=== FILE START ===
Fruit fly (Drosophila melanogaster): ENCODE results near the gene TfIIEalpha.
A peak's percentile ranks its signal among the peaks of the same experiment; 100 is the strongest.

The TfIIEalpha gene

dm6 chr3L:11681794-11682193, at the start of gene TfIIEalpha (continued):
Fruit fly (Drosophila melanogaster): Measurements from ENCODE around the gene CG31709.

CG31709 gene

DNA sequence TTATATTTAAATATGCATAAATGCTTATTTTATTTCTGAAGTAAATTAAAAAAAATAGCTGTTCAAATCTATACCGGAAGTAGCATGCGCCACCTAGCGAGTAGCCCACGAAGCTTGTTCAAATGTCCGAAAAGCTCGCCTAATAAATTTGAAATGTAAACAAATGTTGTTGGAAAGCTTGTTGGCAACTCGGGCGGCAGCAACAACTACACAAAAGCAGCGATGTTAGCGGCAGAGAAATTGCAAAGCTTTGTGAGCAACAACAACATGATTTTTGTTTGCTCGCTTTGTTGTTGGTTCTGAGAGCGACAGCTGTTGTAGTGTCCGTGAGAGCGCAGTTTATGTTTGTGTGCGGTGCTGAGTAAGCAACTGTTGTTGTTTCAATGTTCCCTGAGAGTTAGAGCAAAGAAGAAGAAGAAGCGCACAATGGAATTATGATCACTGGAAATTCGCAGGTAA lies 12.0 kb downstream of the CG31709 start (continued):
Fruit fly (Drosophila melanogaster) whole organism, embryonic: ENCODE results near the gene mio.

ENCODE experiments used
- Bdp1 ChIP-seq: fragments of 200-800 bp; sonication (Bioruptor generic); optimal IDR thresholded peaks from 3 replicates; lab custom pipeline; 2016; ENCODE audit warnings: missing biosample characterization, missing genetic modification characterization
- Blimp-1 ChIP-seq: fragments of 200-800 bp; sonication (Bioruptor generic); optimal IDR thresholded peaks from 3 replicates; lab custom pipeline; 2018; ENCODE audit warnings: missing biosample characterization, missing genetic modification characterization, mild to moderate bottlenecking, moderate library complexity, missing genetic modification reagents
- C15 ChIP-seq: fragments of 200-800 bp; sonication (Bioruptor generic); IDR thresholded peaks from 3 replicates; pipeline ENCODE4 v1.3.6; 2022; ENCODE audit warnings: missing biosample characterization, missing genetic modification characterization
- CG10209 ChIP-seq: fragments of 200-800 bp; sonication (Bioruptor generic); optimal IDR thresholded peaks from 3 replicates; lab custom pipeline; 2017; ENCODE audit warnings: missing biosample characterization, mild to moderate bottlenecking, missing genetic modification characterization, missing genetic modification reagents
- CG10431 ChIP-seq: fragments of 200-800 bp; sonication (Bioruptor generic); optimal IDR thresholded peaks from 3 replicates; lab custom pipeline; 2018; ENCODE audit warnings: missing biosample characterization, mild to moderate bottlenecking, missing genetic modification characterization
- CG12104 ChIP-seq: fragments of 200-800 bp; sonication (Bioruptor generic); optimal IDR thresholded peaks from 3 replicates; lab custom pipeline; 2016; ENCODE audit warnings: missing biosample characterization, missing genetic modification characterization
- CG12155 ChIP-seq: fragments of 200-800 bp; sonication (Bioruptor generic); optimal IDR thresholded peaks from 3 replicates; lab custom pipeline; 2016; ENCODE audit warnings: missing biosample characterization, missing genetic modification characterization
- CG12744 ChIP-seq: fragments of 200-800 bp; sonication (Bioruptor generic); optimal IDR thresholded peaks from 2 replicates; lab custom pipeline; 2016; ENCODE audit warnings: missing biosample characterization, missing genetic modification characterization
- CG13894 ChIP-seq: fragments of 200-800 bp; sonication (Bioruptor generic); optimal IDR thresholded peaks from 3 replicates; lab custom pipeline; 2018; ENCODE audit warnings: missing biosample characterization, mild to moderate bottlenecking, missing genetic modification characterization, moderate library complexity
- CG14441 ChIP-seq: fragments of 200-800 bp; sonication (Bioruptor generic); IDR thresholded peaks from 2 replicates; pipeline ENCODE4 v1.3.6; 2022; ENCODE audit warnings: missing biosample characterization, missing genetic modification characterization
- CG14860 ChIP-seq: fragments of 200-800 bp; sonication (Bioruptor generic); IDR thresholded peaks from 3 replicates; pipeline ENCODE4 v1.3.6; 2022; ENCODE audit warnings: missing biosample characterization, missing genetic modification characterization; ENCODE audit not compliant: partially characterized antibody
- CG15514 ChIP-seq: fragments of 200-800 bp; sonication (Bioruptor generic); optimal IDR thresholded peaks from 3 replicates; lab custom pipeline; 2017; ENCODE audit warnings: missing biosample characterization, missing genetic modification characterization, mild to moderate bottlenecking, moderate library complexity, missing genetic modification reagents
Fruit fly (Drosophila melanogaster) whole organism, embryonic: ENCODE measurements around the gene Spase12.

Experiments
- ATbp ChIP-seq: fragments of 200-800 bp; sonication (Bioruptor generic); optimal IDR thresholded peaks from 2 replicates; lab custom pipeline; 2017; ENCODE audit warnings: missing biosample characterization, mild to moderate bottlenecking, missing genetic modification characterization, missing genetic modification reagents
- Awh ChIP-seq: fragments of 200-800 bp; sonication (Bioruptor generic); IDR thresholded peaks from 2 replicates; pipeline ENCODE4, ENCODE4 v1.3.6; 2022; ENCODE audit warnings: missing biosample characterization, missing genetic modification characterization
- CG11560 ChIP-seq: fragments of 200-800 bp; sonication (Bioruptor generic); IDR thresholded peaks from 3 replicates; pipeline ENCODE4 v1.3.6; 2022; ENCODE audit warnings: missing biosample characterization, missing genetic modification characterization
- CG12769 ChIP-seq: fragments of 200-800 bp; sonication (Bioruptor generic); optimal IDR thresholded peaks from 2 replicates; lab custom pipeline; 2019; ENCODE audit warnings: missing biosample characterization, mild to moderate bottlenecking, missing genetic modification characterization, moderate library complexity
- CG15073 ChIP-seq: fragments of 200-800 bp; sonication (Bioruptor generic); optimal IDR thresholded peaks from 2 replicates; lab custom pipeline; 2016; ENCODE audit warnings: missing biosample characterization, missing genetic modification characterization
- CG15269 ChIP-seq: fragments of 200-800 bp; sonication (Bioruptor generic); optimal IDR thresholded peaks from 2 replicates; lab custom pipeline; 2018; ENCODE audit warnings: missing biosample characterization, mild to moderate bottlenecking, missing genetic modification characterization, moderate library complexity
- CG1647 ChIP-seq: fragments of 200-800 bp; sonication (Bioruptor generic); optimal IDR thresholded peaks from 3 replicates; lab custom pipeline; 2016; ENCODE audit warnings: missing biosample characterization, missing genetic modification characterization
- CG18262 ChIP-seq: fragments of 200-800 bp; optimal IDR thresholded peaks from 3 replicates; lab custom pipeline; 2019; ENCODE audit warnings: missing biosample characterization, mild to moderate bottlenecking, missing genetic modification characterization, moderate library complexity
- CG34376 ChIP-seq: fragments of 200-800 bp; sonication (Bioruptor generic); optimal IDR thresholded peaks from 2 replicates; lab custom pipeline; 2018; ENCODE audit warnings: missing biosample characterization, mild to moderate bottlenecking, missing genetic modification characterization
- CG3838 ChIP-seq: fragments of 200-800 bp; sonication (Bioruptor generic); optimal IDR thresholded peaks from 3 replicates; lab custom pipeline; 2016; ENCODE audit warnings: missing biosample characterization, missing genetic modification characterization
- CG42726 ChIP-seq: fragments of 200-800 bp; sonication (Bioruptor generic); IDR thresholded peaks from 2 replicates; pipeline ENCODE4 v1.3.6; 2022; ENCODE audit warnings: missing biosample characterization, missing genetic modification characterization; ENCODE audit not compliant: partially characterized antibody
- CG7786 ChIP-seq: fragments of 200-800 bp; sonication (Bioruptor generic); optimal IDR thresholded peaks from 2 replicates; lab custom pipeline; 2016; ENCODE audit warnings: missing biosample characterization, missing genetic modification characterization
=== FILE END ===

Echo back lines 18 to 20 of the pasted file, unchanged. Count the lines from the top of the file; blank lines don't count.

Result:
- CG13894 ChIP-seq: fragments of 200-800 bp; sonication (Bioruptor generic); optimal IDR thresholded peaks from 3 replicates; lab custom pipeline; 2018; ENCODE audit warnings: missing biosample characterization, mild to moderate bottlenecking, missing genetic modification characterization, moderate library complexity
- CG14441 ChIP-seq: fragments of 200-800 bp; sonication (Bioruptor generic); IDR thresholded peaks from 2 replicates; pipeline ENCODE4 v1.3.6; 2022; ENCODE audit warnings: missing biosample characterization, missing genetic modification characterization
- CG14860 ChIP-seq: fragments of 200-800 bp; sonication (Bioruptor generic); IDR thresholded peaks from 3 replicates; pipeline ENCODE4 v1.3.6; 2022; ENCODE audit warnings: missing biosample characterization, missing genetic modification characterization; ENCODE audit not compliant: partially characterized antibody